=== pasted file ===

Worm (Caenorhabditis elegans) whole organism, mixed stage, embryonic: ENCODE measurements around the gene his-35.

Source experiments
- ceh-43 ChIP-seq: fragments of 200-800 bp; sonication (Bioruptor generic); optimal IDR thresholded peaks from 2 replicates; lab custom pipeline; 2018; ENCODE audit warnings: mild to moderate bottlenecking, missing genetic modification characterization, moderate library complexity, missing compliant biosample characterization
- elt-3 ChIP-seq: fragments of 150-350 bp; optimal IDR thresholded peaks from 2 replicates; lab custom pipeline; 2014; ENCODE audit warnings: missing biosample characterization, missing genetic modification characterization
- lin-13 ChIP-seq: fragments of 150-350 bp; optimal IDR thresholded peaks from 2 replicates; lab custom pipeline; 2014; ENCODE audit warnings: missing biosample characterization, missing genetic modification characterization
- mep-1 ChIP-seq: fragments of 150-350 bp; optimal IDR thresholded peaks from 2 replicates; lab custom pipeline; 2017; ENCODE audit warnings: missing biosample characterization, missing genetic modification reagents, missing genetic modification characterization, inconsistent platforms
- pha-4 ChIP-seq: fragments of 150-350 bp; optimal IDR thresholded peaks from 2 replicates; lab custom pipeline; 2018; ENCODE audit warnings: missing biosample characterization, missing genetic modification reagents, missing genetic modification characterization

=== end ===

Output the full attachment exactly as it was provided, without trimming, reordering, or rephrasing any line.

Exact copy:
Worm (Caenorhabditis elegans) whole organism, mixed stage, embryonic: ENCODE measurements around the gene his-35.

Source experiments
- ceh-43 ChIP-seq: fragments of 200-800 bp; sonication (Bioruptor generic); optimal IDR thresholded peaks from 2 replicates; lab custom pipeline; 2018; ENCODE audit warnings: mild to moderate bottlenecking, missing genetic modification characterization, moderate library complexity, missing compliant biosample characterization
- elt-3 ChIP-seq: fragments of 150-350 bp; optimal IDR thresholded peaks from 2 replicates; lab custom pipeline; 2014; ENCODE audit warnings: missing biosample characterization, missing genetic modification characterization
- lin-13 ChIP-seq: fragments of 150-350 bp; optimal IDR thresholded peaks from 2 replicates; lab custom pipeline; 2014; ENCODE audit warnings: missing biosample characterization, missing genetic modification characterization
- mep-1 ChIP-seq: fragments of 150-350 bp; optimal IDR thresholded peaks from 2 replicates; lab custom pipeline; 2017; ENCODE audit warnings: missing biosample characterization, missing genetic modification reagents, missing genetic modification characterization, inconsistent platforms
- pha-4 ChIP-seq: fragments of 150-350 bp; optimal IDR thresholded peaks from 2 replicates; lab custom pipeline; 2018; ENCODE audit warnings: missing biosample characterization, missing genetic modification reagents, missing genetic modification characterization